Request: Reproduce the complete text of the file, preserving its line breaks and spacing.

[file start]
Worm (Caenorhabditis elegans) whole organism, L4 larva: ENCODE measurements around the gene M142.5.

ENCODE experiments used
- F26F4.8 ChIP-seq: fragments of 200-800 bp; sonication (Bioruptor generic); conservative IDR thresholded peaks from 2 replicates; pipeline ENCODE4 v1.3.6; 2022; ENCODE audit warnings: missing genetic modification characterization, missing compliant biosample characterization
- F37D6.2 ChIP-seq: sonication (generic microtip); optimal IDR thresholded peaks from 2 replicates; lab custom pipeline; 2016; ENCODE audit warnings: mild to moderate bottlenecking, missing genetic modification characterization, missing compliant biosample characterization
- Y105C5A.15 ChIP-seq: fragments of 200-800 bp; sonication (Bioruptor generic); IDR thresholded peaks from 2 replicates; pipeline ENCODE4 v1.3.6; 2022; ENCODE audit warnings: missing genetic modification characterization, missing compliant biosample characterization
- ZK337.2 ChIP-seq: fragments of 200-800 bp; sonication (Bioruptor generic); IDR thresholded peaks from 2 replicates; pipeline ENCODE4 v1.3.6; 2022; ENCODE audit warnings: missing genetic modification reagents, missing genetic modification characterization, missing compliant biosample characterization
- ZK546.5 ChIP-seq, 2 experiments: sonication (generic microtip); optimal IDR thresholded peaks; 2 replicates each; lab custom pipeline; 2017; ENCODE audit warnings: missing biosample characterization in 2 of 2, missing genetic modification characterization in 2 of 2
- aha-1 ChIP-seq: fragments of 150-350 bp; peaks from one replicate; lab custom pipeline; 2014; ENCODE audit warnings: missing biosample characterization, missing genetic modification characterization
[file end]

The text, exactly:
Worm (Caenorhabditis elegans) whole organism, L4 larva: ENCODE measurements around the gene M142.5.

ENCODE experiments used
- F26F4.8 ChIP-seq: fragments of 200-800 bp; sonication (Bioruptor generic); conservative IDR thresholded peaks from 2 replicates; pipeline ENCODE4 v1.3.6; 2022; ENCODE audit warnings: missing genetic modification characterization, missing compliant biosample characterization
- F37D6.2 ChIP-seq: sonication (generic microtip); optimal IDR thresholded peaks from 2 replicates; lab custom pipeline; 2016; ENCODE audit warnings: mild to moderate bottlenecking, missing genetic modification characterization, missing compliant biosample characterization
- Y105C5A.15 ChIP-seq: fragments of 200-800 bp; sonication (Bioruptor generic); IDR thresholded peaks from 2 replicates; pipeline ENCODE4 v1.3.6; 2022; ENCODE audit warnings: missing genetic modification characterization, missing compliant biosample characterization
- ZK337.2 ChIP-seq: fragments of 200-800 bp; sonication (Bioruptor generic); IDR thresholded peaks from 2 replicates; pipeline ENCODE4 v1.3.6; 2022; ENCODE audit warnings: missing genetic modification reagents, missing genetic modification characterization, missing compliant biosample characterization
- ZK546.5 ChIP-seq, 2 experiments: sonication (generic microtip); optimal IDR thresholded peaks; 2 replicates each; lab custom pipeline; 2017; ENCODE audit warnings: missing biosample characterization in 2 of 2, missing genetic modification characterization in 2 of 2
- aha-1 ChIP-seq: fragments of 150-350 bp; peaks from one replicate; lab custom pipeline; 2014; ENCODE audit warnings: missing biosample characterization, missing genetic modification characterization